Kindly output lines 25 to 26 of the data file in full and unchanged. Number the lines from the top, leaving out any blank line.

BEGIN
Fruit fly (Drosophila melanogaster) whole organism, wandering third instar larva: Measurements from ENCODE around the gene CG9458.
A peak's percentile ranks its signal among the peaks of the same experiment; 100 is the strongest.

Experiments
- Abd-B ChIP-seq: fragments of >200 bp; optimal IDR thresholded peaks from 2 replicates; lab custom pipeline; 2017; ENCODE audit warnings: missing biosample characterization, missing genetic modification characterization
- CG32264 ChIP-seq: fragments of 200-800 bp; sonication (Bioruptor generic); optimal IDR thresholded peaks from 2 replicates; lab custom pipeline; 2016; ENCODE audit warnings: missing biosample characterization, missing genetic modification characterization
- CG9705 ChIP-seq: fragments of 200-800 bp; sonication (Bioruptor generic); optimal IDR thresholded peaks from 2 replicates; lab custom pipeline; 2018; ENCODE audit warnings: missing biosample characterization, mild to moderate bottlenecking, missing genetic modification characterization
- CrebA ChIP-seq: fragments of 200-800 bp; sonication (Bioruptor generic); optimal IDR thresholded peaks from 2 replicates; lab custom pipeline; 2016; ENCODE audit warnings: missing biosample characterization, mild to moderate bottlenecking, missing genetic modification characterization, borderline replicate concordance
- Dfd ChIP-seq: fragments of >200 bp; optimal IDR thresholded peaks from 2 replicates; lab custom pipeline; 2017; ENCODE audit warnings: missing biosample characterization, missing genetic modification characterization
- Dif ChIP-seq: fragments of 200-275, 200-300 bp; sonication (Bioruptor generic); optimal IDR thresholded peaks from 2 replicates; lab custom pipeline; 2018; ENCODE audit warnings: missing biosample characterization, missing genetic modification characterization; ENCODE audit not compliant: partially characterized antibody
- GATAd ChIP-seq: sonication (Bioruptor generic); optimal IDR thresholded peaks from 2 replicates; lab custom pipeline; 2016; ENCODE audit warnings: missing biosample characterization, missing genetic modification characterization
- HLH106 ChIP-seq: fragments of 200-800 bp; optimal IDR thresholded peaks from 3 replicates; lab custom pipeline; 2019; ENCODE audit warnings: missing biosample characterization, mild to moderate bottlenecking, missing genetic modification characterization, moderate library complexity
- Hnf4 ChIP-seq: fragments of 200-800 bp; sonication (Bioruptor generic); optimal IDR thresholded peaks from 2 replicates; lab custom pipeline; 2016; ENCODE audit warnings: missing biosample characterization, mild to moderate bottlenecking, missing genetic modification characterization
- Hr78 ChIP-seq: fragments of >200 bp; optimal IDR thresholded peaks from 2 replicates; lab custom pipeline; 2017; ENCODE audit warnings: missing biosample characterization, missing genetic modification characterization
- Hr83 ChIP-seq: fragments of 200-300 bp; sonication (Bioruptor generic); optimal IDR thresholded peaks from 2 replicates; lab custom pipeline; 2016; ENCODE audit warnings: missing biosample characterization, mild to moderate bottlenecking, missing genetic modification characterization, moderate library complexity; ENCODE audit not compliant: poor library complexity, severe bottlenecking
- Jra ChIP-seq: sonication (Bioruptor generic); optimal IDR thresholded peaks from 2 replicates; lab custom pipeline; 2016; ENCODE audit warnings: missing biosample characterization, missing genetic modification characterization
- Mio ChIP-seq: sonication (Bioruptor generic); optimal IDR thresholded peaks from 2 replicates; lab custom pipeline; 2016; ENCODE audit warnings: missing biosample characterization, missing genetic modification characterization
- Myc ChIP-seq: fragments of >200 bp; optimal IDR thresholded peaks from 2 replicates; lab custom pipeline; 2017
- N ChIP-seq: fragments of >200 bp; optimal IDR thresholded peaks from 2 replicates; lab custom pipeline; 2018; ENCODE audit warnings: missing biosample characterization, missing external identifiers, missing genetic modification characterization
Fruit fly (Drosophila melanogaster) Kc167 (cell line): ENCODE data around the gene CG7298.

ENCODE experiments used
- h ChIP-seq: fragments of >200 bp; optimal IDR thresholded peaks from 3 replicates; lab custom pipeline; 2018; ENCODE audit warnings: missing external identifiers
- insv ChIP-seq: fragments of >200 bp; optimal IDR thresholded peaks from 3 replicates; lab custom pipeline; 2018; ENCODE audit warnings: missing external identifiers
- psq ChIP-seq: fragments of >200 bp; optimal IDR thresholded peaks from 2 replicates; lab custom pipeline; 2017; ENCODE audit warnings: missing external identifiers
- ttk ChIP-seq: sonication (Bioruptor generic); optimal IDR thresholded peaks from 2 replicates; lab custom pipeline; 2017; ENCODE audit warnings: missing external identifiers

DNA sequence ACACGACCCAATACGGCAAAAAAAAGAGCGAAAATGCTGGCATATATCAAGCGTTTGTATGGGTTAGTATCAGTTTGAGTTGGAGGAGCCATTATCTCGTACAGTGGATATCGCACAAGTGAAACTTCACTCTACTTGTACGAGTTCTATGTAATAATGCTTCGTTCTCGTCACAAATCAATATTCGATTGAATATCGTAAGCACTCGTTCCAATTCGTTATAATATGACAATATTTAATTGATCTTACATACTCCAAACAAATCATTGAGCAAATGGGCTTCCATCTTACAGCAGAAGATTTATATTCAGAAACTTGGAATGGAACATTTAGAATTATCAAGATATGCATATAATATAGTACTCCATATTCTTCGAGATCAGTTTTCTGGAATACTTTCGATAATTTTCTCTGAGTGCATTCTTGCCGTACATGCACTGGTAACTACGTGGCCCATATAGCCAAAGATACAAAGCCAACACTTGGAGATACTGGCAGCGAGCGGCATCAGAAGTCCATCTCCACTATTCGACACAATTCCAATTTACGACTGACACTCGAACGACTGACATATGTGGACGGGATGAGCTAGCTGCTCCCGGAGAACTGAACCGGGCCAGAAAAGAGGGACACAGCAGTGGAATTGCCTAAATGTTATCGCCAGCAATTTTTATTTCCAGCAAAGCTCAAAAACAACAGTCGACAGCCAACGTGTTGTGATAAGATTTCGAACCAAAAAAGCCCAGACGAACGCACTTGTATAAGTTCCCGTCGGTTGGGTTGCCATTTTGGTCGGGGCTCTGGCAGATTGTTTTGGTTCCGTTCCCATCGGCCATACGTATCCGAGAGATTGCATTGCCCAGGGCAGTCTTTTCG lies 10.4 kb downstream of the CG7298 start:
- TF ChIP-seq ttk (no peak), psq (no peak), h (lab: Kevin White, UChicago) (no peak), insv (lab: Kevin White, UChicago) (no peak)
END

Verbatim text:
DNA sequence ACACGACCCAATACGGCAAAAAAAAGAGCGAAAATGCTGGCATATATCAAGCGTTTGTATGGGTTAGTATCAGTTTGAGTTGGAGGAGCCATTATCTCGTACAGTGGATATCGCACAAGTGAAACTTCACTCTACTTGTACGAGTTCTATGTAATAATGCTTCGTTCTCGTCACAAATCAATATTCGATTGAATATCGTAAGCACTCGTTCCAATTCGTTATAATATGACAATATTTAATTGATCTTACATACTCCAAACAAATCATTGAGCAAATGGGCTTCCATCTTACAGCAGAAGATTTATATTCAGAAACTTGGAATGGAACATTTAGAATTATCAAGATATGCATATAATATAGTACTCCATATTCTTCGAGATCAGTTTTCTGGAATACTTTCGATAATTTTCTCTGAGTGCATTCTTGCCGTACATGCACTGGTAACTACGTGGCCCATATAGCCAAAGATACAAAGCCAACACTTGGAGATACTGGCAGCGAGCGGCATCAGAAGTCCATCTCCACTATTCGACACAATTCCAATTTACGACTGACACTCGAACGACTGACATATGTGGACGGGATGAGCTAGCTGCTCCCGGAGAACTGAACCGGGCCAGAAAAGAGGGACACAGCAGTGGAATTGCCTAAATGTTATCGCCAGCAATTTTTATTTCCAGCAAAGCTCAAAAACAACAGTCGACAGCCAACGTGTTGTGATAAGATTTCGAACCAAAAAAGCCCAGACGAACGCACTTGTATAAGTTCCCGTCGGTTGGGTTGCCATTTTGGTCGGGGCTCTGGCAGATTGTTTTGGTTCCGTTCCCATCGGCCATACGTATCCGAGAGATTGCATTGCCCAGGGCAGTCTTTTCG lies 10.4 kb downstream of the CG7298 start:
- TF ChIP-seq ttk (no peak), psq (no peak), h (lab: Kevin White, UChicago) (no peak), insv (lab: Kevin White, UChicago) (no peak)